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How does poverty affect children?

Many people would consider children to be some of the most vulnerable people within our society. So, how does poverty affect children?
Image of children's hands
© University of York

Poverty impacts people in many ways and intersects with a number of other areas of concern for policymakers such as in regards to criminal justice policy.

Many people would consider children to be some of the most vulnerable people within our society and research shows that the well-being of children is affected if they are poor. Most of the ways of measuring child-wellbeing are affected by poverty or its proxies.

Exploring child poverty

There is vast literature on the impact of poverty on child well-being. Griggs and Walker (2008) produced one of the most comprehensive reviews of child poverty. They found:

  • Education: evidence shows that poor educational outcomes are associated with child poverty. Areas that are deprived act as ‘pockets’ of disadvantage where limited access to, for instance, high-quality pre-school provision leads to poor quality schooling. Children on free school meals are less likely to meet Key Stage standards and achieve five or more good GCSEs.
  • Health: poverty can affect babies and children during the antenatal period, birth and infancy- its impact is profound. There is evidence that poverty is associated with earlier births, low birth weight, higher rates of mortality and morbidity and maternal depression. These have a subsequent effect on childhood health with poverty associated with school absences. Moreover, poverty is associated with poor and overcrowded housing conditions with poor health outcomes. Hirsch (2013) has estimated the health costs of child poverty to be £500 million per year.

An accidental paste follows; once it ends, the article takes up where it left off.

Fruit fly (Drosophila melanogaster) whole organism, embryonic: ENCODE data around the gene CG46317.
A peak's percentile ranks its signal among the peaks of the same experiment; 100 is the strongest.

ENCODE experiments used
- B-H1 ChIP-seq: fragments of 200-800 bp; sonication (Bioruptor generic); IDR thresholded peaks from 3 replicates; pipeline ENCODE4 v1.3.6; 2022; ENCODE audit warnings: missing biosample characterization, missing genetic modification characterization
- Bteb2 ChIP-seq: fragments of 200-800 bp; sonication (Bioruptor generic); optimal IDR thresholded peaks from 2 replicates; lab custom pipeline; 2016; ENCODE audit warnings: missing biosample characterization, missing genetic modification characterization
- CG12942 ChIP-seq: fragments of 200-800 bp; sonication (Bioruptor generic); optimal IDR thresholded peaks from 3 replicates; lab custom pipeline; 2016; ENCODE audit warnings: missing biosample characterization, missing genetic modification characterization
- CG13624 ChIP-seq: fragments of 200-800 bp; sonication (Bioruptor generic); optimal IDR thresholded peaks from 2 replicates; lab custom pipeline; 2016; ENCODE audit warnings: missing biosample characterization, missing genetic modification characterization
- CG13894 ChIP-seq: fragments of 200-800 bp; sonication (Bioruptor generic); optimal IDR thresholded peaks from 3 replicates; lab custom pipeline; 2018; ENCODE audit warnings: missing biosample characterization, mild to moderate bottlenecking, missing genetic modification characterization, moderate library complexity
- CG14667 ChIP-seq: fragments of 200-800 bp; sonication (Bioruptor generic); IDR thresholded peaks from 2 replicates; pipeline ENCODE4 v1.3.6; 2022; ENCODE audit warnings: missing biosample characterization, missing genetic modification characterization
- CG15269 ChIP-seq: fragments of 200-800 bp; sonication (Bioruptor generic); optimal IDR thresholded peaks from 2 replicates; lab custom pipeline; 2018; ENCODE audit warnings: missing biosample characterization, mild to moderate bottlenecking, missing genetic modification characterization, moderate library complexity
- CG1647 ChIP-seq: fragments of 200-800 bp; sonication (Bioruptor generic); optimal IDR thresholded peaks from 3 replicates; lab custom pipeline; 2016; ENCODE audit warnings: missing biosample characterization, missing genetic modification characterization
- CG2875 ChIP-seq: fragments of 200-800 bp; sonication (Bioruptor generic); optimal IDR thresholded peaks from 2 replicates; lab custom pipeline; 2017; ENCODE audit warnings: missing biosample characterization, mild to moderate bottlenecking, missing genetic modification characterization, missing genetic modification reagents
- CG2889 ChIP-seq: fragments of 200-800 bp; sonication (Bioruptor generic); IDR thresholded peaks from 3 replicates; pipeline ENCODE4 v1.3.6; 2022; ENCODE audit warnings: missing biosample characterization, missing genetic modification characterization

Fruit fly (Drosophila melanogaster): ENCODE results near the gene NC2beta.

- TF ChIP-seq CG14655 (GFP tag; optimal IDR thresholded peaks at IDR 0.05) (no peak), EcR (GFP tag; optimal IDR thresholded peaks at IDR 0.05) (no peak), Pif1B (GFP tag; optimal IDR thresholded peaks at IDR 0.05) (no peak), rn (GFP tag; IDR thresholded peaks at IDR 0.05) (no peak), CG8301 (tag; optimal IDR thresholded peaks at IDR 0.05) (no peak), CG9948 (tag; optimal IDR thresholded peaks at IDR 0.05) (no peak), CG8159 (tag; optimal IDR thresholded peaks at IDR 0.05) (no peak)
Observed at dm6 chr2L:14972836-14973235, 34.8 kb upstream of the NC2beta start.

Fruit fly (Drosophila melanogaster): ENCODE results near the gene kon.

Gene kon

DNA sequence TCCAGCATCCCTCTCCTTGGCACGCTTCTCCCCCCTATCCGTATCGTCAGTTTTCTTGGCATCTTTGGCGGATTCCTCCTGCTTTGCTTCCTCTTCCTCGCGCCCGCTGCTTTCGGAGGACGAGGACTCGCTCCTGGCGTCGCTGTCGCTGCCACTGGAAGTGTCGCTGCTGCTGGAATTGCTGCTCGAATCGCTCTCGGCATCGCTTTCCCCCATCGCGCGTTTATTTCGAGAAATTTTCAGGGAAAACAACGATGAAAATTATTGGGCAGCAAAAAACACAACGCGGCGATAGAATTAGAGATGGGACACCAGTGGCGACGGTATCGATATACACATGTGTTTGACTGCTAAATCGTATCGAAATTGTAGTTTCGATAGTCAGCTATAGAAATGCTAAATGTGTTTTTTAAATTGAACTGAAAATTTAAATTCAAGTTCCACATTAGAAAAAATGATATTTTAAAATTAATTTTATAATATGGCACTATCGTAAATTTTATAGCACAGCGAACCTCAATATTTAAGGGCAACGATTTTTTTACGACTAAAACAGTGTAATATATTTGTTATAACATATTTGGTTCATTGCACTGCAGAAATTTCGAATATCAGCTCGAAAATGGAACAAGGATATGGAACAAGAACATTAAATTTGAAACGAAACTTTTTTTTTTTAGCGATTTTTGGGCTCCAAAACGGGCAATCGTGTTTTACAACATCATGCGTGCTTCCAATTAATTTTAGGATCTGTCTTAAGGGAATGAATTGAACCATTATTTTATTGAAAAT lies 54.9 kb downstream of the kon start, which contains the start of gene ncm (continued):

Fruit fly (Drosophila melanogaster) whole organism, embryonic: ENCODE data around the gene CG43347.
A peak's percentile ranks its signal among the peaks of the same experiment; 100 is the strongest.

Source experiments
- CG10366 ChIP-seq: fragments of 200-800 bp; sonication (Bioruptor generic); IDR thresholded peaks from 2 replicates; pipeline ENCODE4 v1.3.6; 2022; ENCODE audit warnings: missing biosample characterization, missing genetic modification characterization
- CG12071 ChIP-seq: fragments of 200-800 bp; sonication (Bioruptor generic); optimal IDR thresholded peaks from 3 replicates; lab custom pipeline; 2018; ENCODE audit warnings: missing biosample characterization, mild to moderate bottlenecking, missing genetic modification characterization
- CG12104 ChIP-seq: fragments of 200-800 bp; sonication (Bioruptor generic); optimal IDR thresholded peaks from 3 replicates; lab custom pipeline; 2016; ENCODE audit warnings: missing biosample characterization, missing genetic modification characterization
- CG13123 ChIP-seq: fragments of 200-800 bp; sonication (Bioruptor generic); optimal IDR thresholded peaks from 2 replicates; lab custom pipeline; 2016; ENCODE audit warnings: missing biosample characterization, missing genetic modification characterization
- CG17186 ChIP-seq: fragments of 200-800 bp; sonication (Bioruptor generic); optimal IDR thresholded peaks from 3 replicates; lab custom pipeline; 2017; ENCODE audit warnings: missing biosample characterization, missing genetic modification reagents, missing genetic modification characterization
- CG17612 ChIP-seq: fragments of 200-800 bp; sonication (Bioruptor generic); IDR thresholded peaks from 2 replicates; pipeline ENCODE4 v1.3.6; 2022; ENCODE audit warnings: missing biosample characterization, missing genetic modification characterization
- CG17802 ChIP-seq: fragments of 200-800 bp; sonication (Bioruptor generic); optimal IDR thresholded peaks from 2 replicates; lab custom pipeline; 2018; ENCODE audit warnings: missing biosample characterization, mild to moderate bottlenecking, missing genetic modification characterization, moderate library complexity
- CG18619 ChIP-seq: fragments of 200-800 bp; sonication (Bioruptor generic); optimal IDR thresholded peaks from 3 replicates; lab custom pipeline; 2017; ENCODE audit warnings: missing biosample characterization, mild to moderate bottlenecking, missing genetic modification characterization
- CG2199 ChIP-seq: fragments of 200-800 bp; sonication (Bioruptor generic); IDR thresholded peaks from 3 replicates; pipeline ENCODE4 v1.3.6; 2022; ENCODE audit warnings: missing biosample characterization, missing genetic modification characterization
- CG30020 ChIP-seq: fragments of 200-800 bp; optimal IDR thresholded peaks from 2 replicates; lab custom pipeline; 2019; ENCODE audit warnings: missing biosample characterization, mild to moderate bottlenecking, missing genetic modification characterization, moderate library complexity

• Employment: Children who grow up in poverty struggle to get a job. Their career progression is also impacted by growing up in poverty. Lower educational attainment is also associated with low skills and thus lower-paid jobs. There are also higher rates of unemployment amongst individuals who grew up in poverty.

The views of children

The views of children are often absent from research on child poverty. The lack of inclusion of their views has meant that measures of child poverty rely on adult views of children’s needs. They don’t, therefore, account for children’s own perspectives of what they need.

The relationship between children’s own wellbeing and child poverty

Main (2014) and Main and Bradshaw (2012) have attempted to understand the relationship between children’s own wellbeing and child poverty by developing the Child Deprivation Scale (CDS) based on children’s own perceptions of their needs.

Through consulting with children a list of items and activities perceived as necessities was constructed, items included:

  • Pocket money
  • Access to a family car
  • Clothes to fit in with other people their age
  • Shoes or footwear to fit in with other people their age
  • A mobile phone
  • A garden or a safe place nearby to spend time

Adults perception of children’s needs

Several of the items included were in line with adult perceptions of children’s needs such as having a garden but others such as clothes to fit are much more in line with children’s own perspectives (Main and Bradshaw, 2014).

Many of the most popular items highlighted by children as important such as the need for a mobile phone or clothes that fit them could be viewed as children being materialistic but actually, they were highlighted for much more social and symbolic reasons.

Fitting in

The notions of ‘fitting in’ and being able to join in were highlighted by children in the CDS as important to them especially as it was the way they could avoid being singled out and/or bullied (Main, 2013). Living in poverty puts this notion at risk, as children are less likely to have new and well-fitting clothes.

© University of York
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